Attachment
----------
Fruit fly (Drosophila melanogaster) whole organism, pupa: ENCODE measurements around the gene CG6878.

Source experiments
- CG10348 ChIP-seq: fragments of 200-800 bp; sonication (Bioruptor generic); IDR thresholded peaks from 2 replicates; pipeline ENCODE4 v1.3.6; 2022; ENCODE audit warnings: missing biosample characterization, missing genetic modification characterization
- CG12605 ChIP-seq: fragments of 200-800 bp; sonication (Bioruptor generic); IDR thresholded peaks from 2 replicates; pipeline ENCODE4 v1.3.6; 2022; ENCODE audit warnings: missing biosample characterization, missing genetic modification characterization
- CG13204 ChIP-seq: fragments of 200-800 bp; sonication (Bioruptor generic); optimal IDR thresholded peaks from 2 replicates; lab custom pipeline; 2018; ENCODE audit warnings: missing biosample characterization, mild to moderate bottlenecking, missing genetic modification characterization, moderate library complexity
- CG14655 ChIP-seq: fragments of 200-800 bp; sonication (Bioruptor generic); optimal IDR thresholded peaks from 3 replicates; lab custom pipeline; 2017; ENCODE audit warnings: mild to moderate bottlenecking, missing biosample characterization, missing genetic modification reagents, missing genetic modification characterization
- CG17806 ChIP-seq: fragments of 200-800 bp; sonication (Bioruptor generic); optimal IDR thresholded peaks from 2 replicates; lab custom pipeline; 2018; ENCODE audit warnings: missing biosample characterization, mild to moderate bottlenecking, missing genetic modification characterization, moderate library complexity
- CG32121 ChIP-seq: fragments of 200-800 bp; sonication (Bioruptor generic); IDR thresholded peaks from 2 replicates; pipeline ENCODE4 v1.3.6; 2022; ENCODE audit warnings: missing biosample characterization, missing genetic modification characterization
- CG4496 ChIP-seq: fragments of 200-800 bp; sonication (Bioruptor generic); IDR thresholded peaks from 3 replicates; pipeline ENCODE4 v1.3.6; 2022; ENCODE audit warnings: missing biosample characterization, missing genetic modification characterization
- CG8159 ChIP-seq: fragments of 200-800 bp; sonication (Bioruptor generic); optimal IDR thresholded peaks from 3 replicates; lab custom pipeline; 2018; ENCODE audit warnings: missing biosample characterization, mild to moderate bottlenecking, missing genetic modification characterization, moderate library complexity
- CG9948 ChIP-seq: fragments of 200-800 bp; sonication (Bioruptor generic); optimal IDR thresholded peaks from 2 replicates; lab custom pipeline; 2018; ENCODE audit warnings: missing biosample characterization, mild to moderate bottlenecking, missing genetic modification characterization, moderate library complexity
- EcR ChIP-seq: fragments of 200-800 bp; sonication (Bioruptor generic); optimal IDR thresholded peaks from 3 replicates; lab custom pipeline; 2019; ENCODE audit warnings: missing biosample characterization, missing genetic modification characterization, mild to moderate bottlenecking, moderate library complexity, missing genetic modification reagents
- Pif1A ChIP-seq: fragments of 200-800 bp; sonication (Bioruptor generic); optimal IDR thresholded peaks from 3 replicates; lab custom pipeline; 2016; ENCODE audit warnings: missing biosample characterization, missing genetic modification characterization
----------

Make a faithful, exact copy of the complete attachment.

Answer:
Fruit fly (Drosophila melanogaster) whole organism, pupa: ENCODE measurements around the gene CG6878.

Source experiments
- CG10348 ChIP-seq: fragments of 200-800 bp; sonication (Bioruptor generic); IDR thresholded peaks from 2 replicates; pipeline ENCODE4 v1.3.6; 2022; ENCODE audit warnings: missing biosample characterization, missing genetic modification characterization
- CG12605 ChIP-seq: fragments of 200-800 bp; sonication (Bioruptor generic); IDR thresholded peaks from 2 replicates; pipeline ENCODE4 v1.3.6; 2022; ENCODE audit warnings: missing biosample characterization, missing genetic modification characterization
- CG13204 ChIP-seq: fragments of 200-800 bp; sonication (Bioruptor generic); optimal IDR thresholded peaks from 2 replicates; lab custom pipeline; 2018; ENCODE audit warnings: missing biosample characterization, mild to moderate bottlenecking, missing genetic modification characterization, moderate library complexity
- CG14655 ChIP-seq: fragments of 200-800 bp; sonication (Bioruptor generic); optimal IDR thresholded peaks from 3 replicates; lab custom pipeline; 2017; ENCODE audit warnings: mild to moderate bottlenecking, missing biosample characterization, missing genetic modification reagents, missing genetic modification characterization
- CG17806 ChIP-seq: fragments of 200-800 bp; sonication (Bioruptor generic); optimal IDR thresholded peaks from 2 replicates; lab custom pipeline; 2018; ENCODE audit warnings: missing biosample characterization, mild to moderate bottlenecking, missing genetic modification characterization, moderate library complexity
- CG32121 ChIP-seq: fragments of 200-800 bp; sonication (Bioruptor generic); IDR thresholded peaks from 2 replicates; pipeline ENCODE4 v1.3.6; 2022; ENCODE audit warnings: missing biosample characterization, missing genetic modification characterization
- CG4496 ChIP-seq: fragments of 200-800 bp; sonication (Bioruptor generic); IDR thresholded peaks from 3 replicates; pipeline ENCODE4 v1.3.6; 2022; ENCODE audit warnings: missing biosample characterization, missing genetic modification characterization
- CG8159 ChIP-seq: fragments of 200-800 bp; sonication (Bioruptor generic); optimal IDR thresholded peaks from 3 replicates; lab custom pipeline; 2018; ENCODE audit warnings: missing biosample characterization, mild to moderate bottlenecking, missing genetic modification characterization, moderate library complexity
- CG9948 ChIP-seq: fragments of 200-800 bp; sonication (Bioruptor generic); optimal IDR thresholded peaks from 2 replicates; lab custom pipeline; 2018; ENCODE audit warnings: missing biosample characterization, mild to moderate bottlenecking, missing genetic modification characterization, moderate library complexity
- EcR ChIP-seq: fragments of 200-800 bp; sonication (Bioruptor generic); optimal IDR thresholded peaks from 3 replicates; lab custom pipeline; 2019; ENCODE audit warnings: missing biosample characterization, missing genetic modification characterization, mild to moderate bottlenecking, moderate library complexity, missing genetic modification reagents
- Pif1A ChIP-seq: fragments of 200-800 bp; sonication (Bioruptor generic); optimal IDR thresholded peaks from 3 replicates; lab custom pipeline; 2016; ENCODE audit warnings: missing biosample characterization, missing genetic modification characterization